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Calm and laugh at the Nazis: Propaganda, Power, Persuasion and Hitler’s Lambeth Walk the British Library

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THE British Library (it’s fabulous; do go) is showing Propaganda: Power and Persuasion.

Propaganda: Power and Persuasion is the first exhibition to explore international state propaganda from the 20th and 21st centuries. From the eye-opening to the mind-boggling, from the beautiful to the surprising, posters, films, cartoons, sounds and texts reveal the myriad ways that states try to influence and persuade their citizens.

Christie Davies says humour helps (and, of course, the Germans don’t have one (see World War 2 propaganda):

A central characteristic of the British propaganda in the exhibition is its extensive and successful use of humor, often achieved by giving official employment to professional cartoonists such as Fougasse. Some of the visitors laughed out loud at the British Ministry of Propaganda film London’s New Version of the Lambeth Walk performed by the Nazi Ballet (1941). The producer, Charles A. Ridley, simply took Lenny Riefenstahl’s Nazi propaganda film The Triumph of the Will (1934) and edited it so that the marchers, drummers, and goose-steppers of a Nuremberg rally sometimes move too quickly and sometimes move backwards and forwards. They no longer look menacing or impressive, but idiotic. It was all done to the then popular tune “The Lambeth Walk” that accompanied a jaunty walking dance popular in Britain and later in America. The actual music used was from the 1937 musicalMe and my Girl. Even Hitler and his comrades salute in time to it. On seeing the orderly precision of a Nazi rally reduced to a dance that had earlier been condemned by them as “Jewish mischief and animalistic hopping,” Goebbels is said to have been so angry that he ran out of the projection room kicking chairs and shouting obscenities. This short film without words was distributed to newsreel theaters throughout the world. A simple but effective technique for debunking power.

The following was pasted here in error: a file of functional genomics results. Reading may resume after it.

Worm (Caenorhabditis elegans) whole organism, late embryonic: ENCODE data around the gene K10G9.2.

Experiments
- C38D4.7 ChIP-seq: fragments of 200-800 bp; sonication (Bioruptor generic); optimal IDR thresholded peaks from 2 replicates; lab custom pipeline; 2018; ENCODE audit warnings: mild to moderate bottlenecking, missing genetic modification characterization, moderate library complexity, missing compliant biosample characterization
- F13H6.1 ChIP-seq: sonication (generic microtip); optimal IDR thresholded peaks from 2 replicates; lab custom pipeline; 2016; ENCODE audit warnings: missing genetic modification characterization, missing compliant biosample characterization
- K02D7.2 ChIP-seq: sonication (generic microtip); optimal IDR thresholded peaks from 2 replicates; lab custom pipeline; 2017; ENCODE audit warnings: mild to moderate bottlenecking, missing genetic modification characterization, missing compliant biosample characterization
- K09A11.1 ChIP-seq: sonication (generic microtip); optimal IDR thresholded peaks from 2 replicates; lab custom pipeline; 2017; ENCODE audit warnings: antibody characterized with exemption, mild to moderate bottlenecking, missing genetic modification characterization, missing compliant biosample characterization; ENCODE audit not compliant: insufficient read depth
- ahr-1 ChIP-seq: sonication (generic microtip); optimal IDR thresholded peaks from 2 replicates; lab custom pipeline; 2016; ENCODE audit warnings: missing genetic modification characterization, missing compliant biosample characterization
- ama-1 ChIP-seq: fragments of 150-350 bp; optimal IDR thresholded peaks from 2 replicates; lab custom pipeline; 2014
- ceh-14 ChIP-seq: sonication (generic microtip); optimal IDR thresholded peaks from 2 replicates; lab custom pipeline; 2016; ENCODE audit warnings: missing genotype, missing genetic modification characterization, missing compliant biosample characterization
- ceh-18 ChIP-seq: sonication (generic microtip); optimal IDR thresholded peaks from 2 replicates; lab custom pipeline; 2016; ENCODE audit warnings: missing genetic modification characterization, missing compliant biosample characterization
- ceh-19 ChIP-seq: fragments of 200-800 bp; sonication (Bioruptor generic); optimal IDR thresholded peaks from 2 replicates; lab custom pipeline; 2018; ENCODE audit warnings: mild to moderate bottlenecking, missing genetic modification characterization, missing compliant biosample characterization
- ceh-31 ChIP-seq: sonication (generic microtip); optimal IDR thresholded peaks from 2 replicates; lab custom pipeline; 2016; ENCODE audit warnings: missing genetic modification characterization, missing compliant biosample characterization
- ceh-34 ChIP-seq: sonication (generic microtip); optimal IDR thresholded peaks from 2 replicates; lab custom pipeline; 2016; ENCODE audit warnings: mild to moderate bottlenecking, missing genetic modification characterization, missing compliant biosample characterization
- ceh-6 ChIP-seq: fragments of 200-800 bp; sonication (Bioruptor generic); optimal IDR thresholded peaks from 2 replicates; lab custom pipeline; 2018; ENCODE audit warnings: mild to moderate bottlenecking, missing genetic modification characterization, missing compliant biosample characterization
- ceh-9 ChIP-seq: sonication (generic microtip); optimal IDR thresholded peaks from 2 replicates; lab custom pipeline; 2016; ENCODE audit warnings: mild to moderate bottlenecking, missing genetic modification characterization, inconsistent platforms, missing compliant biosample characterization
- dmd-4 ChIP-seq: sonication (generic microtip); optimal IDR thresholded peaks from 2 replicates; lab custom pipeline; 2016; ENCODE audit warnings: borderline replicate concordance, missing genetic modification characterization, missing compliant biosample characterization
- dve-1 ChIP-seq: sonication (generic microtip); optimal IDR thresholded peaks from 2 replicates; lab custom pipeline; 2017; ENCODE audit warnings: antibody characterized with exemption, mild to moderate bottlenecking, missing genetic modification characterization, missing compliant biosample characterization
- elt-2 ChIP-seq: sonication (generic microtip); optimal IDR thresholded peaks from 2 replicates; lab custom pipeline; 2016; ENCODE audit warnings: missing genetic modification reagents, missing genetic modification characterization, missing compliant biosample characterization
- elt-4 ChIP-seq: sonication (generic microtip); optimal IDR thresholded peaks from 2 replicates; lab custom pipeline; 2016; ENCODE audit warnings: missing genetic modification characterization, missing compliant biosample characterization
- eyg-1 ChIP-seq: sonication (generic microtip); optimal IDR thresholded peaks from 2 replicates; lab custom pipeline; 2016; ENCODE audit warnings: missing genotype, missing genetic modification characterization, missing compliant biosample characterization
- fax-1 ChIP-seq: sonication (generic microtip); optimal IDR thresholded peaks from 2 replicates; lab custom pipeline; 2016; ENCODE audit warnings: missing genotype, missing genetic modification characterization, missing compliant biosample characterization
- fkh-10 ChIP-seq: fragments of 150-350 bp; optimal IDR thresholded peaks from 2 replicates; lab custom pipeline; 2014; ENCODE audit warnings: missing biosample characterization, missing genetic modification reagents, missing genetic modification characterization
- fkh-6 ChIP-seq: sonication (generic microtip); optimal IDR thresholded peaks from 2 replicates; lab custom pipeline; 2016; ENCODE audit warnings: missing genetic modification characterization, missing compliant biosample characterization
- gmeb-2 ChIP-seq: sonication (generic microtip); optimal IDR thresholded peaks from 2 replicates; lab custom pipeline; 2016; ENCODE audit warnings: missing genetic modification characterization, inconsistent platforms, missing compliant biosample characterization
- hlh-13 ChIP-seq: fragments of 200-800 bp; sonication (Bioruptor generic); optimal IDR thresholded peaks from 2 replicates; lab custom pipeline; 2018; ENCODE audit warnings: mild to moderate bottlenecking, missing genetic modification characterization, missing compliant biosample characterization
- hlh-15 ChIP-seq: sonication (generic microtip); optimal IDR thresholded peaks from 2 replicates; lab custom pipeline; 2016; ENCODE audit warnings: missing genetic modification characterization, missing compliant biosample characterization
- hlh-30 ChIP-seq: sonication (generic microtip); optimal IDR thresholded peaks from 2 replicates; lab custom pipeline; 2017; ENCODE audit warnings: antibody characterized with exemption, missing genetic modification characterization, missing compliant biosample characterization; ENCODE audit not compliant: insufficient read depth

And what of this famous message?

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Toby Austin Locke:

I’m thinking of the famous Ministry of Information poster ‘Keep Calm and Carry On.’ This image was never used for its intended purpose. It was originally designed to be distributed should Nazi forces have invaded England.

The sentiment behind this message is open to questioning. Would the British public really be encouraged to ‘keep calm and carry on’ had Hitler’s forces reached England? Would we really want to ‘keep calm and carry on’ as fascism took hold of Europe?

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Above: Keep Calm and Carry On. By original poster by UK Government, enhancements, conversion to PNG by oaktree_b, via Wikimedia Commons. Copyright and download here. [Public domain]

To my mind at least the answer is no. When atrocities are occurring all around you, when ethics are no longer a matter of concern, when peoples lives and existence are at stake, the last thing I would like to see happen is for everyone to ‘keep calm and carry on’. Surely if there are ever times for people to rise up and take action, it would be under such conditions.

The question I’m trying to raise here, perhaps a little clumsily, is regarding the role of non-action, of ignoring, of not knowing in certain power relations.

Keep calm and do nothing?